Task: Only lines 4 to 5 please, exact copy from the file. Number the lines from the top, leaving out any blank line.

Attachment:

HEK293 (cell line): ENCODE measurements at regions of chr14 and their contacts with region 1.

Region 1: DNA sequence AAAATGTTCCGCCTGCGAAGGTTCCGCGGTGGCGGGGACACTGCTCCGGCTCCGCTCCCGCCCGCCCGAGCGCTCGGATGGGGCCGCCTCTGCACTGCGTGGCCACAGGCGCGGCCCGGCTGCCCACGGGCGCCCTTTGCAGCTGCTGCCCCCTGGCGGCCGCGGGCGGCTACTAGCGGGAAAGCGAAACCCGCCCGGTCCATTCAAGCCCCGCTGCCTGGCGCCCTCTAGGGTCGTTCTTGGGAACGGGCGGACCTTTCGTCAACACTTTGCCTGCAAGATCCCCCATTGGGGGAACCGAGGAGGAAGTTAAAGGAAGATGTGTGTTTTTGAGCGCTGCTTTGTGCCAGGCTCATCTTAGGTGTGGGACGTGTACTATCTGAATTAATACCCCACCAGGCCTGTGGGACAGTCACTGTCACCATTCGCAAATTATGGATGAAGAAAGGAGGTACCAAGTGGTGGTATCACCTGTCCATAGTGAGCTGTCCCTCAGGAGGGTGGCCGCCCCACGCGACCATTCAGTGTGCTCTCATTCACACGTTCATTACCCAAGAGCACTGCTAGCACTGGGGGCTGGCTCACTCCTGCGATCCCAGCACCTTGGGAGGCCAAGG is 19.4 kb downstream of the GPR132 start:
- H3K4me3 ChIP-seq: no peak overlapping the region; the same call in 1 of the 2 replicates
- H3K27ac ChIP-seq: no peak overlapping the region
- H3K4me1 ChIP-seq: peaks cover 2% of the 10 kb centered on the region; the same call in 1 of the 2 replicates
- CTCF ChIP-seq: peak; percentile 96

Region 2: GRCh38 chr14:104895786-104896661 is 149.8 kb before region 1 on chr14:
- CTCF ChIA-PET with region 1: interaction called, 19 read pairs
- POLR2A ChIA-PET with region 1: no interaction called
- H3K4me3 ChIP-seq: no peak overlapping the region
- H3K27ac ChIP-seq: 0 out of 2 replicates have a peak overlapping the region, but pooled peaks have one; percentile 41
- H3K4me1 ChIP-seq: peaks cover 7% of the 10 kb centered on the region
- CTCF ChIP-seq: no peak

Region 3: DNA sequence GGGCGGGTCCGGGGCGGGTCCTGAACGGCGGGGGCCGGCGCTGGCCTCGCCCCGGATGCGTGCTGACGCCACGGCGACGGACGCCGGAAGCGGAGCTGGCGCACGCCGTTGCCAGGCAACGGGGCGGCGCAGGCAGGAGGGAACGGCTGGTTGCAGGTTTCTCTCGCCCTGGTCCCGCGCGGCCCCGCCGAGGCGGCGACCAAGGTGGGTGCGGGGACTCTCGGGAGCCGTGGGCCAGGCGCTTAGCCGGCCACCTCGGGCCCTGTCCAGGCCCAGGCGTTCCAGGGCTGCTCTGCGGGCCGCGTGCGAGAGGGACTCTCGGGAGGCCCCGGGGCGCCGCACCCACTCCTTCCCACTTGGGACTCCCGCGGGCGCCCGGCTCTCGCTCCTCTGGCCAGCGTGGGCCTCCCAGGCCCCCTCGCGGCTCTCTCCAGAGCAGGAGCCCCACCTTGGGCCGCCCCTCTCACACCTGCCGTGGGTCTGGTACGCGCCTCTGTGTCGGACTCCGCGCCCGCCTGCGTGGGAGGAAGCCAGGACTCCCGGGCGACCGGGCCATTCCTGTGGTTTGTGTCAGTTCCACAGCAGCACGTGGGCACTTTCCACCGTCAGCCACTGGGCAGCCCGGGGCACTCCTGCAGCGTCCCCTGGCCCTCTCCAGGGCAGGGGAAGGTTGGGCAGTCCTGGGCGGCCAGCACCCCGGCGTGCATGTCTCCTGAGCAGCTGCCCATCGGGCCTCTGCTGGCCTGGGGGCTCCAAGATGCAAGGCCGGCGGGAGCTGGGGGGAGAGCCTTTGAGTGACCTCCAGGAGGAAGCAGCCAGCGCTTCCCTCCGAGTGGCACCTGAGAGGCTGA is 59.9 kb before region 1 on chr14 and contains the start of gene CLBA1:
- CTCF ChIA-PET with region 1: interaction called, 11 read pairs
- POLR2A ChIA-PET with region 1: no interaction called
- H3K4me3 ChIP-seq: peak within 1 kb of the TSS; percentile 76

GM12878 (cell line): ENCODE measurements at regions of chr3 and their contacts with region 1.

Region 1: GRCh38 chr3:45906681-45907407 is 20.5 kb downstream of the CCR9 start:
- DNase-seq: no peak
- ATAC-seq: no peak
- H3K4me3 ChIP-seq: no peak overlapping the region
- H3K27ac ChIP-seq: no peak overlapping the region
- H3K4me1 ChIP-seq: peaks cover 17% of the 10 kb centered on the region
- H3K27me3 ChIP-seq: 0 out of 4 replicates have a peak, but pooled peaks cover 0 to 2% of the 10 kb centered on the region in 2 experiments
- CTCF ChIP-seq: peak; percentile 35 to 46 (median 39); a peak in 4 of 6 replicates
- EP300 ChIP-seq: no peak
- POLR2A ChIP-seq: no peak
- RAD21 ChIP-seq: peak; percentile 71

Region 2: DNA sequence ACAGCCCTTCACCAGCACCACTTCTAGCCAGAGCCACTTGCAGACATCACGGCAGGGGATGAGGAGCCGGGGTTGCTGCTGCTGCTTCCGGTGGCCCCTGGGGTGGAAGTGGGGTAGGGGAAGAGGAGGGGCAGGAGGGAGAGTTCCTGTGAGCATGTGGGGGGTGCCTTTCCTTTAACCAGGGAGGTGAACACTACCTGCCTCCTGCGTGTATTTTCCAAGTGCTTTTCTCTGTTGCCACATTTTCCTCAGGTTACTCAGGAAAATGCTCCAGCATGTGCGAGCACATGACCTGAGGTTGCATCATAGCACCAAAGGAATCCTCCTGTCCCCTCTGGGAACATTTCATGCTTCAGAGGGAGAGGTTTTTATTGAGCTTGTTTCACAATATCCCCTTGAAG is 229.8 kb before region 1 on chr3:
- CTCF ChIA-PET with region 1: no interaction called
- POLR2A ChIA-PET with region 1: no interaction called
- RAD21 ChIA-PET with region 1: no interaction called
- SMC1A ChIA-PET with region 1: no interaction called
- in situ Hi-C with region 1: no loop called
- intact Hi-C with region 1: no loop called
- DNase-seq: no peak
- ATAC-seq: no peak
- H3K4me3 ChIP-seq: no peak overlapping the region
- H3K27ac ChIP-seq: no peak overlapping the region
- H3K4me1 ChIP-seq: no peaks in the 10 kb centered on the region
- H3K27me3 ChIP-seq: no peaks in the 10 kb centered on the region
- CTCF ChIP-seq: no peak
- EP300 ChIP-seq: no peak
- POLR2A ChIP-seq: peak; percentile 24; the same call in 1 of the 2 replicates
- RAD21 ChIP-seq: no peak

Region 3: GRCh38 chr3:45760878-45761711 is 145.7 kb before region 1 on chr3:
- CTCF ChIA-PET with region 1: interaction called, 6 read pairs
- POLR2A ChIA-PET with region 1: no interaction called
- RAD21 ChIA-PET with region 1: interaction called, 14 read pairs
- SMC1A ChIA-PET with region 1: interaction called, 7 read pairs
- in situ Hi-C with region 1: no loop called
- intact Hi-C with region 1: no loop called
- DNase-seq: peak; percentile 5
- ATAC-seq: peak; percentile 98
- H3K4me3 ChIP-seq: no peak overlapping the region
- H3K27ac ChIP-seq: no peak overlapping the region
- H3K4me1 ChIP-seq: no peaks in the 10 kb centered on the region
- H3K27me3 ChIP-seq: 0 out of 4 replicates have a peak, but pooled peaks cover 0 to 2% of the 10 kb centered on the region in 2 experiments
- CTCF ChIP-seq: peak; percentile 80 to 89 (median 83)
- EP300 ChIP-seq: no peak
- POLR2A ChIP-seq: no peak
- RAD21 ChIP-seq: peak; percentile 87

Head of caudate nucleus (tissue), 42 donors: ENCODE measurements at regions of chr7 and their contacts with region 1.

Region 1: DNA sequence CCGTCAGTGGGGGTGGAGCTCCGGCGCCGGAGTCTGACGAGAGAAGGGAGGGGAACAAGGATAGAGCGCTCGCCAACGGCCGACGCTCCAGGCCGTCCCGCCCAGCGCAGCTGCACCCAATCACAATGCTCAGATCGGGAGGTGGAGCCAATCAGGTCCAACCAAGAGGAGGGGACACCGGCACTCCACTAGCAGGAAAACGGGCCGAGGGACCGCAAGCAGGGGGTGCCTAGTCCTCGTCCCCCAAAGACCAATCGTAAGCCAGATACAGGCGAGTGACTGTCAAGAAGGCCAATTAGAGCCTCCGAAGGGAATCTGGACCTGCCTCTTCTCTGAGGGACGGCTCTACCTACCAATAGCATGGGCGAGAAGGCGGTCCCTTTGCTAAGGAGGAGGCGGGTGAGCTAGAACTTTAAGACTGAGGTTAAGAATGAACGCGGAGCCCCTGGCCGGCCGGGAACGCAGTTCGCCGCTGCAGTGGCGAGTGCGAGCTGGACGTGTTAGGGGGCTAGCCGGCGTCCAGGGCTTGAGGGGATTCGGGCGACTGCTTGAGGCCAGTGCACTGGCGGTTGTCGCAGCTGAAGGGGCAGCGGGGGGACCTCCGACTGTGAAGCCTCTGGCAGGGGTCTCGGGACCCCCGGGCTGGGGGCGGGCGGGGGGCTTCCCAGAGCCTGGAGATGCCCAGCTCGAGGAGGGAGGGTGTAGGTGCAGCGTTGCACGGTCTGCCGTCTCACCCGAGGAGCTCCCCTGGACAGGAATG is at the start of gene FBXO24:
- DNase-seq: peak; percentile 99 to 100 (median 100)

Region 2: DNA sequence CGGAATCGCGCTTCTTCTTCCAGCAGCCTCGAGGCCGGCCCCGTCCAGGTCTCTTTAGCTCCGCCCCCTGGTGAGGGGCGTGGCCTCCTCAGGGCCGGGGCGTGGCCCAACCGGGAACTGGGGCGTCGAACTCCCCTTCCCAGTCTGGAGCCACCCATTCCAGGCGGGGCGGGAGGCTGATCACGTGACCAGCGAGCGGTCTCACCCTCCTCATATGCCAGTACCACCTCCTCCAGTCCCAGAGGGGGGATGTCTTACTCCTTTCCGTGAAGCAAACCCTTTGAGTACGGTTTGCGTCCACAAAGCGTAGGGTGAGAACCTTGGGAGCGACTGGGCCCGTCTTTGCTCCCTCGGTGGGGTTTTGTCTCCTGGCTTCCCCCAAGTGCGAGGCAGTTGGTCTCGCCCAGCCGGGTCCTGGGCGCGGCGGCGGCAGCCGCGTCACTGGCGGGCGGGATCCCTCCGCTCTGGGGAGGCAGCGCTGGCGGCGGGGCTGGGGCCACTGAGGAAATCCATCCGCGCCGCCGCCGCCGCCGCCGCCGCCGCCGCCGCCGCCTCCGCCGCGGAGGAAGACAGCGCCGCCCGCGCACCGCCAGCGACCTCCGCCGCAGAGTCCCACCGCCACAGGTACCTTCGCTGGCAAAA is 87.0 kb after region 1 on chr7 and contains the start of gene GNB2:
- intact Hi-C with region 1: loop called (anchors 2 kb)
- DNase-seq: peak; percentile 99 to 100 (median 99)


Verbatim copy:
- H3K27ac ChIP-seq: no peak overlapping the region
- H3K4me1 ChIP-seq: peaks cover 2% of the 10 kb centered on the region; the same call in 1 of the 2 replicates